A Rant for the “Woe’s Me” Attitude

Okay, so I’ve basically realized that I cannot write anything related to authorship and the novel today without getting this rant written first.  I’ve also accepted that this rant may be all I can write on the topic, depending on how cathartic it is.  Please also note that, as this is a rant and therefore rather emotionally motivated, I may be over-simplifying arguments unintentionally.  You may, of course, pick this response apart as you like.

The inspiration for this rant is what seems to me to be a “woe’s me” attitude taken by some 20th c. novelists (much, but certainly not all, of this is in regards to Franzen’s “Why Bother?”): ” Oh no!  Woes ME!  The novel is dead!  I’m writing these novels and no one is reading them!  I’m writing these novels and no one appreciates them!  My novels aren’t changing people’s lives the way I want them to/believe they should be!  The only explanation is the novel is dead!  It’s technology’s fault!  It’s the American marketplace’s fault! It’s American culture’s fault because no one is taking the time to read REAL literary novels like mine!  Etc, etc, etc!  Blah, blah, blah!”  This seems to be a lot of finger pointing to me.  The novel is not dead–if it were, you, as a novelist, would not be published.  If you are earning a living off the sale of your novels, then clearly people are reading your novels because they are buying them–hence the novel is not dead and people are, in fact, reading the novel in contemporary America.  As for appreciation, I cannot speak to this, but few people are as appreciated for their work as they’d like to be, and few people’s work is as life-changing for others as they’d like it to be, so join the crowd.  Again, this does not mean the novel is obsolete.  Maybe you should write about something else if you want to enact more change.  Furthermore, don’t blame technology (tv, film, and internet), people’s desire for up-to-date news that is news because it is current, or people not taking the time to read your novel for these issues.  Perhaps more people would read your novels and be affected by your novels if you weren’t working so hard to make them “elitist” (a la Fitzpatrick’s assertion in The Anxiety of Obsolescence that the “death of the novel” hype merely creates a small protected space for continued novel publication and readership).  Perhaps, if you participated in Oprah’s book club, your novels would have a wider audience and you wouldn’t be boo-hooing about obsolescence.  After all, Oprah inspired many of her diverse audience to read (and appreciate) books (like novels) they would have otherwise never come in contact with because some authors (like novelists) are too good to market themselves to the masses.  And in case your novels are too good or literary for such masses and Oprah to appreciate, I’d like to point out that the last Oprah’s book club read was Dickens, a canonical, literary novelist.  But wait!  He was also a novelist that wrote for the masses, publishing his novels in serialized form to make them accessible to the masses.  Hmmm.  I wonder if that has something to do with your (supposed) obsolescence???  And lest you feel your novels are too “literary” for the average American reader, I will point out that my mother, who did not attend college, works 9-5 (well, 6-2), and is not a big reader unless it’s John Sanford, read in one day and appreciated Margaret Atwood’s The Handmaid’s Tale, as well as Octavia Butler’s Kindred.  Although given both these novelists are women, and Atwood is Canadian while Butler is African-American, perhaps neither of these authors can be used as counter examples to the supposed obsolescence of the white, male American novelist? {End Rant}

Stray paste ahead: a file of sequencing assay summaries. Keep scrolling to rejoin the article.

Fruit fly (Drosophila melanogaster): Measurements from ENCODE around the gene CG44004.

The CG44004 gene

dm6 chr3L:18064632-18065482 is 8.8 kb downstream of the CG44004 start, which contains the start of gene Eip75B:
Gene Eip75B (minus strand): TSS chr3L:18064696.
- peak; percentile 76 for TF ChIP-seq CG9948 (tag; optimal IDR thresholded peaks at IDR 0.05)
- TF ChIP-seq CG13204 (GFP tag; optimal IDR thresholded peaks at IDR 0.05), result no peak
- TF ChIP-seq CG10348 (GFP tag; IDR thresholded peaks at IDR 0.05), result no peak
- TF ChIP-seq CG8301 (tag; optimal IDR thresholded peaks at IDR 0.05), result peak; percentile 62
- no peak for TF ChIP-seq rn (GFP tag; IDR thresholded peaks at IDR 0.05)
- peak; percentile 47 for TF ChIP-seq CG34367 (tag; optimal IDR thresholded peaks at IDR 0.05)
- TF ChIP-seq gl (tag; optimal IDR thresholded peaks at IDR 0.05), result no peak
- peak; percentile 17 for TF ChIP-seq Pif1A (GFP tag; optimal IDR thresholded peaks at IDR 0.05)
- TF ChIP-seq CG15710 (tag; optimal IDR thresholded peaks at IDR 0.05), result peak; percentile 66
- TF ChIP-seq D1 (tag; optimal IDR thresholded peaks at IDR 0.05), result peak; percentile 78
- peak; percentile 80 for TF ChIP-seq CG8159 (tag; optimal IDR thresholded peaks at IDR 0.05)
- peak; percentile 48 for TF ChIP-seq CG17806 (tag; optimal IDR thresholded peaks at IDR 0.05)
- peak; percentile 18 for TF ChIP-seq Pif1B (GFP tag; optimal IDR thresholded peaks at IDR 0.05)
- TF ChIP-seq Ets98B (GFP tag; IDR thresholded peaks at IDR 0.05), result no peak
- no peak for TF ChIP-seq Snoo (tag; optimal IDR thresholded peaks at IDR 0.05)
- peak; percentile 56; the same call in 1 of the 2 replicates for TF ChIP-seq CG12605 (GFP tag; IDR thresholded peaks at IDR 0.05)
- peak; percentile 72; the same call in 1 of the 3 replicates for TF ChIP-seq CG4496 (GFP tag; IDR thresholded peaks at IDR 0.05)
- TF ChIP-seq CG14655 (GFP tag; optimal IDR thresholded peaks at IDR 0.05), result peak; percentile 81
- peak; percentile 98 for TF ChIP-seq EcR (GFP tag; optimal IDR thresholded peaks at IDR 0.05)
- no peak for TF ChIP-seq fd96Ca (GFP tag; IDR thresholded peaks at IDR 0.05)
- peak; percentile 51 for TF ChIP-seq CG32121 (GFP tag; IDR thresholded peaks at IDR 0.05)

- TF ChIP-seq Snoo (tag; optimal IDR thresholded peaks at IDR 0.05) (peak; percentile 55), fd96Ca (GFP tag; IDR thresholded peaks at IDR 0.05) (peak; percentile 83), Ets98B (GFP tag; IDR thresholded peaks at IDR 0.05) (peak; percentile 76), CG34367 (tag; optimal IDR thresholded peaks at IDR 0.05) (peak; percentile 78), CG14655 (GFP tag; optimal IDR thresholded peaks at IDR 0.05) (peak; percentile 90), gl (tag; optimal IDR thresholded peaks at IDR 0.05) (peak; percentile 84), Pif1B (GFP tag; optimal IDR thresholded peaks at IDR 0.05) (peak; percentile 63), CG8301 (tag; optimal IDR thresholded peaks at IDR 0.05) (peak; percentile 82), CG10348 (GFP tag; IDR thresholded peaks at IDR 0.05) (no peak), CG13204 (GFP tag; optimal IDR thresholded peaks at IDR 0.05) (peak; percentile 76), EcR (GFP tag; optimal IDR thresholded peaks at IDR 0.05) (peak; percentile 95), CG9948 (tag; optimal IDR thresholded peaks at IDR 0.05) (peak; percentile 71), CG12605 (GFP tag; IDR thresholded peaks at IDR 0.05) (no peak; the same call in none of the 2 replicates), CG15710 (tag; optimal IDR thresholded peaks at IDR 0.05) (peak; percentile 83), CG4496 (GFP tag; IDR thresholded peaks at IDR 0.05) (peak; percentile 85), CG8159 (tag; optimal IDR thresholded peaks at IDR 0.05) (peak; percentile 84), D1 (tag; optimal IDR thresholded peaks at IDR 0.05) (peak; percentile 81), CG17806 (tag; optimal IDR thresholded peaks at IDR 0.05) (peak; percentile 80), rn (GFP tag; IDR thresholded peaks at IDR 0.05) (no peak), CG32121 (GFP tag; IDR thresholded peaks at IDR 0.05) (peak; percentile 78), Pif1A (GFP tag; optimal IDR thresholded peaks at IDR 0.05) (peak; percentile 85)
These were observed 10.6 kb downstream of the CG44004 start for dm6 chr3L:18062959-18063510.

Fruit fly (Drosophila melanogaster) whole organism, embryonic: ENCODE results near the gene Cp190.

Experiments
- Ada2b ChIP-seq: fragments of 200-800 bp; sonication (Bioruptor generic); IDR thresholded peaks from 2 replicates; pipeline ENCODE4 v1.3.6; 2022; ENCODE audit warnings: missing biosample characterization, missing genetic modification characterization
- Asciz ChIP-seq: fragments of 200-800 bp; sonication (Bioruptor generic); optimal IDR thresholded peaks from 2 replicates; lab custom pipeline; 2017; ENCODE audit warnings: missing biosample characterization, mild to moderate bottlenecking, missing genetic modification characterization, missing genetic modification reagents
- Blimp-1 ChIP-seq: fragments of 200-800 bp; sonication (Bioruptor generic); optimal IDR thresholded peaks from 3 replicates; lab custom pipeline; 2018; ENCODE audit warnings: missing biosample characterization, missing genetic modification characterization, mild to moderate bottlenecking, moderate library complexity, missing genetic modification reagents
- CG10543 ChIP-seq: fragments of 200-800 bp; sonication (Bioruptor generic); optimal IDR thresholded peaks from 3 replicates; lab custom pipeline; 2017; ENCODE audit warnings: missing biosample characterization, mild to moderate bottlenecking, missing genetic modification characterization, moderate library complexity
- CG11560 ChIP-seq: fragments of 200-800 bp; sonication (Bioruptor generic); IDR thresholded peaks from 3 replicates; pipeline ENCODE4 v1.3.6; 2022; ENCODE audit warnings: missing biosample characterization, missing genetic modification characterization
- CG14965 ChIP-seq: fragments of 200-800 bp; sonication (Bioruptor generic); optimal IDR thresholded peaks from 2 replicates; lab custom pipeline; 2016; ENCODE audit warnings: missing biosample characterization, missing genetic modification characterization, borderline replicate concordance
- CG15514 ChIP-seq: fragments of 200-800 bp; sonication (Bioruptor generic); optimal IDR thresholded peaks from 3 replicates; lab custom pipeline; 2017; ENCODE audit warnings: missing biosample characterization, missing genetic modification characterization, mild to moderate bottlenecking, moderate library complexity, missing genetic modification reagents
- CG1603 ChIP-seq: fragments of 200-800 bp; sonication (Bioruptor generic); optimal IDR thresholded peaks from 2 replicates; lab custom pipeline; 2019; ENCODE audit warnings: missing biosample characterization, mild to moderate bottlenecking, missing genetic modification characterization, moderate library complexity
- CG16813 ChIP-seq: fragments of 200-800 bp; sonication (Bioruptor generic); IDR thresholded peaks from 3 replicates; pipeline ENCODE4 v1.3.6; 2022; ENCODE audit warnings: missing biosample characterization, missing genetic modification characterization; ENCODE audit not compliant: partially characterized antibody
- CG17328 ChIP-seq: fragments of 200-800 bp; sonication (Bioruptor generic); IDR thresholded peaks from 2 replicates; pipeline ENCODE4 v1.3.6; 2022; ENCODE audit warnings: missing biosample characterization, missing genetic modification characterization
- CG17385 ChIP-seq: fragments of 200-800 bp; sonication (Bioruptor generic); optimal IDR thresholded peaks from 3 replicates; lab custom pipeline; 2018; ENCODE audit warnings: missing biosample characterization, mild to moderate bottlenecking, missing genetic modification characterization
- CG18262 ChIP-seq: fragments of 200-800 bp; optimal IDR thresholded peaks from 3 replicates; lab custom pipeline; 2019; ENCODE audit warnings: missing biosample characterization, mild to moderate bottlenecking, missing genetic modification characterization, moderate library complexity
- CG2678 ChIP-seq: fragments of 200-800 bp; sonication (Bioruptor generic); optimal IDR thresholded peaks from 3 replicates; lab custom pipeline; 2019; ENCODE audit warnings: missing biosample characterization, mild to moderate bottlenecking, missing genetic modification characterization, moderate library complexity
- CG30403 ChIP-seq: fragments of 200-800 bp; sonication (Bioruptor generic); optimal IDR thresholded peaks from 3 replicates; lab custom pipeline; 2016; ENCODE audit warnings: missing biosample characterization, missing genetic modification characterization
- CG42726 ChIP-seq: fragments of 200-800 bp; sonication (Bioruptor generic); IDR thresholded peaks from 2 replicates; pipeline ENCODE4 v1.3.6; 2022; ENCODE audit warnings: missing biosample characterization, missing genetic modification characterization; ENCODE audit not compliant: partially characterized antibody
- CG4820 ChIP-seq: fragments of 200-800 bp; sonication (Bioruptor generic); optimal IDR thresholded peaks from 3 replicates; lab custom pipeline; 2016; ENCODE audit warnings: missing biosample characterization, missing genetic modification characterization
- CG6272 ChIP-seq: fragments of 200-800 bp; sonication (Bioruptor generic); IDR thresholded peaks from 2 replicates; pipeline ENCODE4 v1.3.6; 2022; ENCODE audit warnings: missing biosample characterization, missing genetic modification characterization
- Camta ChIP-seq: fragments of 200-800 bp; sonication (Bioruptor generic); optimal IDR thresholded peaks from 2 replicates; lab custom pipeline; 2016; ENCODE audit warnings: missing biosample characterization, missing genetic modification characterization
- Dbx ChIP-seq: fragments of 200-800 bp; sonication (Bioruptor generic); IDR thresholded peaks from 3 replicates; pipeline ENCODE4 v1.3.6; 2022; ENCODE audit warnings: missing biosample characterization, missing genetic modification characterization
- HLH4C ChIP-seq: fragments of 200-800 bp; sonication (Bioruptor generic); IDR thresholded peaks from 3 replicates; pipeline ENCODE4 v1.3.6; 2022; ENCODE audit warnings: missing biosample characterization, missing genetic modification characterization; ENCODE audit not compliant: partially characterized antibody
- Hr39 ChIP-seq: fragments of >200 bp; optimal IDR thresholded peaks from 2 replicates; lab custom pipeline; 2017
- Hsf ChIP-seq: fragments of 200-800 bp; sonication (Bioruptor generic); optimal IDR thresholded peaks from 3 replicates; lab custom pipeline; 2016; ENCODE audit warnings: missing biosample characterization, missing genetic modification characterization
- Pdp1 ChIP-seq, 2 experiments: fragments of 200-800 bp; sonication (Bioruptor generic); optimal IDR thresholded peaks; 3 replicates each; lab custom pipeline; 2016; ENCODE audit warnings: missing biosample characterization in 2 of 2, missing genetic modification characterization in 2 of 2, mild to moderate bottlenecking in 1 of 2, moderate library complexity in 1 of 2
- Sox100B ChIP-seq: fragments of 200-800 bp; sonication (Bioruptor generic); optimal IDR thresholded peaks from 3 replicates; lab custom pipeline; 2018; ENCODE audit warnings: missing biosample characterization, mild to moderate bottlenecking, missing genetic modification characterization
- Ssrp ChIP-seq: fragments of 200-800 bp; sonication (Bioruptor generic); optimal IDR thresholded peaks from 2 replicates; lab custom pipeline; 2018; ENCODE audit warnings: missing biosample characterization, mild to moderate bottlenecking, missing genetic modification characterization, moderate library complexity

2 thoughts on “A Rant for the “Woe’s Me” Attitude

  1. While I must admit I didn’t read any of the articles you had to today, I wonder if your last point is at the heart of them. Perhaps a new sort of “crisis of masculinity”? Just in this case, it would be the crisis of the white male author. While I don’t think that “the masses” read enough, and I do feel technology is partly to blame (when you can get instant news updates or any other kind of update via your phone, who wants to take the time to settle down into a book that’s not “fun”?), there are other factors beyond just laziness or the death of the book or the author or whatever.